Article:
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‘Thousands back’: Disaster-struck Aussies reminded of tax claim

·2-min read
Clock with alarm at australian dollars close up
Australians who lost property in disasters have been reminded to make a claim. (Image: Getty).

Australians who lost property in a natural disaster have been reminded that they can make a tax claim and potentially recover thousands of dollars.

Natural disasters and extreme weather events cost the insurance industry $5 billion between November 2019 and February 2020, while the 2007 Queensland floods cost the Australian economy $2.19 billion.

Climate change means a greater number of homeowners are also becoming flood and bushfire prone, with one-in-19 to become uninsurable by 2030.

However, according to BMT Tax Depreciation CEO Bradley Beer, there are ways for affected Australians to recoup some of their losses through a tax depreciation schedule.

A tax depreciation schedule is a report that outlines the costs and asset values associated with a property, along with an annual value for depreciation.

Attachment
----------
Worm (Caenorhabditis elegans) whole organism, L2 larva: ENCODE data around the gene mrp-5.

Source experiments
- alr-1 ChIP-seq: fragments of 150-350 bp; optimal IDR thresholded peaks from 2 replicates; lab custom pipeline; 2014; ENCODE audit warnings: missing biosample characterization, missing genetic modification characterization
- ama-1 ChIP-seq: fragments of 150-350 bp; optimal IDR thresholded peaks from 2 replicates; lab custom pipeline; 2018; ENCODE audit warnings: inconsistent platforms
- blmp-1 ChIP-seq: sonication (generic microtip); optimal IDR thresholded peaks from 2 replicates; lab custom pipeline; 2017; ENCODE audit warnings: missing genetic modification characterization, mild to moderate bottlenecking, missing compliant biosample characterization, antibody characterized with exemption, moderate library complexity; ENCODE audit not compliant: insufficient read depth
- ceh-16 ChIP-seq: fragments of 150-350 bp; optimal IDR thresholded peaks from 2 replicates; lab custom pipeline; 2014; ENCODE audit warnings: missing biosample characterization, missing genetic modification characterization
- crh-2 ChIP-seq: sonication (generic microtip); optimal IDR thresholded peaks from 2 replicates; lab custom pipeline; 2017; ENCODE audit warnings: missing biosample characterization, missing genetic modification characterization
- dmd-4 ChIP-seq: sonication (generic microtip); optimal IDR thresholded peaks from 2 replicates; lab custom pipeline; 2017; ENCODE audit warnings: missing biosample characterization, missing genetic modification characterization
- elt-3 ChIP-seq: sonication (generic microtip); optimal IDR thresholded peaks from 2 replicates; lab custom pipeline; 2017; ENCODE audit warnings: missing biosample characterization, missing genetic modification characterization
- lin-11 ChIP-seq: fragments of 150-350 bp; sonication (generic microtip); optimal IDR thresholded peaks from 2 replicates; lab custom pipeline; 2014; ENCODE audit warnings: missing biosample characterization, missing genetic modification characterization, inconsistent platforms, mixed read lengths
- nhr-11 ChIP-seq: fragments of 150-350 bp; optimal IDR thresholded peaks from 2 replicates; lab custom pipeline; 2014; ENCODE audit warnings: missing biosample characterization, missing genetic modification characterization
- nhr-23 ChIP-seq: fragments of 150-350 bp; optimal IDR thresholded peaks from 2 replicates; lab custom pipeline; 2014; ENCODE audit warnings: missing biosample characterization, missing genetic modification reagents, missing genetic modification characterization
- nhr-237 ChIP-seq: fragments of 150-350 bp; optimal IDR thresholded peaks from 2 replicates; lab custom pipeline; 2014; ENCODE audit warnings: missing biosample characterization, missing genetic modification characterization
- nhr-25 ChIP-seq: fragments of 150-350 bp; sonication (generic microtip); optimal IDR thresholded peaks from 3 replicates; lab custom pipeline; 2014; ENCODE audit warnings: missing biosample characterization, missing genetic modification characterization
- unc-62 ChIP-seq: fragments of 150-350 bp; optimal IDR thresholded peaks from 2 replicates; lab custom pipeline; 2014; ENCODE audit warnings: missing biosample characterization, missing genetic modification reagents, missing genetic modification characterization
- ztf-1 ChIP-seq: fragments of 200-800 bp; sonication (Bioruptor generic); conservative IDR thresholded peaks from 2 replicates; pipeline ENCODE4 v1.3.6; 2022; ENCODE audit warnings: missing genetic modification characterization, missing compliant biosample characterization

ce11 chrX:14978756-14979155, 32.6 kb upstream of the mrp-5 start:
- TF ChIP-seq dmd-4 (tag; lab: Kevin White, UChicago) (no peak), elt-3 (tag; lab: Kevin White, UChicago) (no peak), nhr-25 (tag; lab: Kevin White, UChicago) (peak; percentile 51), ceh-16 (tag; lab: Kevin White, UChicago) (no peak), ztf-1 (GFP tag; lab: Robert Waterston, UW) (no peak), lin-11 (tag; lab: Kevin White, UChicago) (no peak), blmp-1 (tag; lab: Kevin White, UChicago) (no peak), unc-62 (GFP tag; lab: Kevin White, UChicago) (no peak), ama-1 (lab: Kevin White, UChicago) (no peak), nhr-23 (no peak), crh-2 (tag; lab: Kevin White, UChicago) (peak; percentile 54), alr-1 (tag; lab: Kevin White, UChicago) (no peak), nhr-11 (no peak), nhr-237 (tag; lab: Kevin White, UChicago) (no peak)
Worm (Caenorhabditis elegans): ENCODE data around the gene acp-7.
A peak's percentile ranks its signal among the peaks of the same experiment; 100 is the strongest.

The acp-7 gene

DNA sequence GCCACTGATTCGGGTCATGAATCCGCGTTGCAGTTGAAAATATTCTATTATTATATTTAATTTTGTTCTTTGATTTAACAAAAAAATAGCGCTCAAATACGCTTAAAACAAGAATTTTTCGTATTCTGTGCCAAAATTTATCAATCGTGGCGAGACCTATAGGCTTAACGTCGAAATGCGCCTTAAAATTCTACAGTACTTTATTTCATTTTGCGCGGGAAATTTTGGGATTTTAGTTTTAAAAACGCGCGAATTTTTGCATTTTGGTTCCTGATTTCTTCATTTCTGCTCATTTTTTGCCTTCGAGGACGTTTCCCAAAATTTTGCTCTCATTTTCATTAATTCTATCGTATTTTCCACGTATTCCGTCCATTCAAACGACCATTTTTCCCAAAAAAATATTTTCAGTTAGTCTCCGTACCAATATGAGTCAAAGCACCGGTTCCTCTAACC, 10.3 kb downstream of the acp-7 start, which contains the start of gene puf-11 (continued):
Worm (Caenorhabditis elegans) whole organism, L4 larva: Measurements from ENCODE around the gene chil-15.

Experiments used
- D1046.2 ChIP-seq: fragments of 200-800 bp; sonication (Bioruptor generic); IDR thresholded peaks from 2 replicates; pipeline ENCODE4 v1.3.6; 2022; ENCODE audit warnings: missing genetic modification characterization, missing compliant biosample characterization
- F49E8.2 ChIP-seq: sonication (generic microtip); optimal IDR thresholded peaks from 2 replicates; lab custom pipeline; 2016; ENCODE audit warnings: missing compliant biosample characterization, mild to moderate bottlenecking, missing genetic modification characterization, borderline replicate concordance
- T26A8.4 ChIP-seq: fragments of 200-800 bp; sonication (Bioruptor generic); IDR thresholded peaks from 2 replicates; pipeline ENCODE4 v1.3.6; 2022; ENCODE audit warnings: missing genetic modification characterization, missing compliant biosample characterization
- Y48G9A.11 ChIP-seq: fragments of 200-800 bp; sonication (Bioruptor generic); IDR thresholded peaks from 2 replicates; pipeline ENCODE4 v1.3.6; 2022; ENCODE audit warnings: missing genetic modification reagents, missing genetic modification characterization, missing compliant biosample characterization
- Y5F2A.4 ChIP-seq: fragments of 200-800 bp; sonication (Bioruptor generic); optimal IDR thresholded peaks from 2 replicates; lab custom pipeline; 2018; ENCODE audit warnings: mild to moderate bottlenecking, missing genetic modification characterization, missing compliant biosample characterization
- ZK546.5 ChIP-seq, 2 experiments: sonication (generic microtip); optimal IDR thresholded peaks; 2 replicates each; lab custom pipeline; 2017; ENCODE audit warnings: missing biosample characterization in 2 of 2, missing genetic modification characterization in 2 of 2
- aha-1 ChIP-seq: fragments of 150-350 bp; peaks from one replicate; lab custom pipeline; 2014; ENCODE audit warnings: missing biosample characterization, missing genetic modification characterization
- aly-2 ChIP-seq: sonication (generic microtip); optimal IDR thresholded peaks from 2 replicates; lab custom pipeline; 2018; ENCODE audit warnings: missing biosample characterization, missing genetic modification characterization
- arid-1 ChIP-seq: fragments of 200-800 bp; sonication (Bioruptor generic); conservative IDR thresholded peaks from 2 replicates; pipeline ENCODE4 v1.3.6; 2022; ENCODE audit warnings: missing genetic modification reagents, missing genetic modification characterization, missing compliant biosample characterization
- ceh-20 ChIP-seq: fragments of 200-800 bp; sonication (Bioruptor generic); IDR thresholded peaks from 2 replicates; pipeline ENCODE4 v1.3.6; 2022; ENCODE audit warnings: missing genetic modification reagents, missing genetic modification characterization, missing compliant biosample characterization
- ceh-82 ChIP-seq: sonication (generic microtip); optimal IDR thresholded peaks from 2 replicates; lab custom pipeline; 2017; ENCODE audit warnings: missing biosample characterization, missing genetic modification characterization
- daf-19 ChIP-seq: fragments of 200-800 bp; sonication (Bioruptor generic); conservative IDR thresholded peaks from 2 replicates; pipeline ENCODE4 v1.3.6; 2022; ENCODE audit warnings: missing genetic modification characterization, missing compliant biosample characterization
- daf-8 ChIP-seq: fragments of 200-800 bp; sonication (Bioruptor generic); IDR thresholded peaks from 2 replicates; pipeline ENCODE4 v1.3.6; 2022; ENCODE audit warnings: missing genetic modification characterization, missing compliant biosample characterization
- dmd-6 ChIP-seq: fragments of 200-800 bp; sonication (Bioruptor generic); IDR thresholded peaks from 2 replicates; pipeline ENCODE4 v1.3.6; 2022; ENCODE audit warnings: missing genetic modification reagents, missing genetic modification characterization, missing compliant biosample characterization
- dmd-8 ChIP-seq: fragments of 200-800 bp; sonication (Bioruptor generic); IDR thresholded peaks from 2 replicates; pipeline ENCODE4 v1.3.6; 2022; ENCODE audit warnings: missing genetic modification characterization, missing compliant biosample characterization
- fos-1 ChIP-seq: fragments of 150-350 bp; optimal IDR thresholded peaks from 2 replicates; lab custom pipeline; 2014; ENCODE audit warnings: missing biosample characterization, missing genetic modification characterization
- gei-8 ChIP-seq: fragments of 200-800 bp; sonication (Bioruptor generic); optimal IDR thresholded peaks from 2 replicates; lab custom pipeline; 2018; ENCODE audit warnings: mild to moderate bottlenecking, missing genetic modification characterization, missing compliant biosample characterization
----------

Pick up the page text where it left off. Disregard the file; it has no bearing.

When disaster hits, the landlord’s tax agent or accountant can then use the schedule to determine the remaining value when the property was destroyed.

“Natural disasters devastate everyone, not just landlords. But landlords need to know there are things they can do to recoup some damages if they aren’t adequately insured,” Beer said.

“If an asset is destroyed and no insurance payout is received, the landlord can claim the undeducted depreciable value of the asset through a process called scrapping.

“When we talk about scrapping, it’s normally in the context of disposing of assets during a renovation. But investors should be aware that the same applies for involuntary disposal.”

He said that as scrapping provides an instant deduction for a fully or partly destroyed property, it can “lead to a big tax refund”.

However, he added that insurance coverage will change the payouts received.

“Insurance payouts can change the future depreciation claims of a property. Proceeds from an insurance payout could be treated as income or a deductible loss depending on the size of the payout and the cost to rectify the property,” he said.

“A number of factors such as rollover relief can also apply. We always recommend an investor speak to their accountant in these situations.”

Image: Yahoo Finance
Image: Yahoo Finance
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